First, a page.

On Wednesday, the U.S. Supreme Court released an important decision concerning the EEOC’s obligation to engage in pre-suit conciliation efforts under Title VII. The decision of Mach Mining v. EEOC, No. 13-1019, 2015 WL 1913911 (Apr. 29, 2015), involves a woman who filed an EEOC charge against Mach Mining, LLC, claiming that she was denied employment as a coal miner based on her gender. Following an investigation, the EEOC found reasonable cause to believe that Mach Mining had discriminated against the woman and other similarly situated women in their hiring process. The EEOC sent a letter to both parties informing them of its decision and advising them that it would “contact [them] to begin the conciliation process.” Id. at *3. Approximately one year later, the EEOC sent a second letter to Mach Mining announcing that “such conciliation efforts…have occurred and have been unsuccessful.” Id. The EEOC then sued Mach Mining in federal court.
In its answer, Mach Mining raised the EEOC’s failure to “conciliat[e] in good faith” as an affirmative defense. Id. The EEOC moved for summary judgment on this ground, claiming that its conciliation efforts are not subject to judicial review. Mach Mining argued that the court was authorized to consider the reasonableness of the EEOC’s efforts. The trial court agreed with Mach Mining, and the EEOC immediately appealed to the Court of Appeals for the Seventh Circuit. The Seventh Circuit reversed, finding that the EEOC’s statutory conciliation obligation was not subject to judicial review. Mach Mining appealed to the U.S. Supreme Court, which granted certiorari to “address whether and to what extent such an attempt to conciliate is subject to judicial consideration.” Id. at *4.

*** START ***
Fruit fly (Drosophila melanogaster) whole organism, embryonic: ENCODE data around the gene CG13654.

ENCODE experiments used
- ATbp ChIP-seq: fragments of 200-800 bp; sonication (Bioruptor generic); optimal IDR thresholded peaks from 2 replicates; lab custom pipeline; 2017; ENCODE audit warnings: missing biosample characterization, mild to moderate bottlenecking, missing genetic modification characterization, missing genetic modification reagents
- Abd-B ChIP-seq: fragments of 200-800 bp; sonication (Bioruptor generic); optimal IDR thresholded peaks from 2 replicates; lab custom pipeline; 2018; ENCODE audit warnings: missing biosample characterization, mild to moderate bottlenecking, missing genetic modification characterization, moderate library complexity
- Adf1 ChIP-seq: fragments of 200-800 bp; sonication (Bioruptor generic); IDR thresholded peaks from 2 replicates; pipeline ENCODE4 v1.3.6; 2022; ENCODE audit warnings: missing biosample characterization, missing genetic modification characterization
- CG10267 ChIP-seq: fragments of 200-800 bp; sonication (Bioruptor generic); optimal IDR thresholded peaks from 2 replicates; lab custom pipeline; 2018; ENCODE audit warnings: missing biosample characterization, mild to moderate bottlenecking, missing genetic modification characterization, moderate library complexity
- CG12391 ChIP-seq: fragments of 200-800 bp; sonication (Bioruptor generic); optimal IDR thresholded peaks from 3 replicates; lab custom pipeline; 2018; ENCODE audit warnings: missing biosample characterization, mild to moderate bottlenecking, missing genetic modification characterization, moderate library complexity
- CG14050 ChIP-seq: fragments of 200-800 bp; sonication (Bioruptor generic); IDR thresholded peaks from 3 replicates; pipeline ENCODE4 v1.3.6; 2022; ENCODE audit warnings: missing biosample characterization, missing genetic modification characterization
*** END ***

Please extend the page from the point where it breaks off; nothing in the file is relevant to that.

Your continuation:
Writing on behalf of a unanimous Supreme Court, Justice Kagan found that the EEOC’s conciliation efforts are subject to judicial review. She agreed with the EEOC that Title VII “provides [the agency] with wide latitude over the conciliation process[,]” but concluded that “Congress has not left everything to the [EEOC].” Id. at *6 (emphasis in original). Instead, Justice Kagan wrote that “[a]bsent such review, the Commission’s compliance with the law would rest in the Commission’s hands alone.” Id.
The Court then established the following standard of review for conciliation efforts:
the EEOC must inform the employer about the specific allegation, as the Commission typically does in a letter announcing its determination of “reasonable cause.” Ibid. Such notice properly describes both what the employer has done and which employees (or what class of employees) have suffered as a result. And the EEOC must try to engage the employer in some form of discussion (whether written or oral), so as to give the employer an opportunity to remedy the allegedly discriminatory practice.
Id. at *9.
The Mach Mining decision is a significant victory for employers. Not only does it require the EEOC to comply with Title VII’s pre-suit requirements, but it serves as a reminder that the EEOC cannot ignore the rules, regulations, and obligations set for the agency by Congress.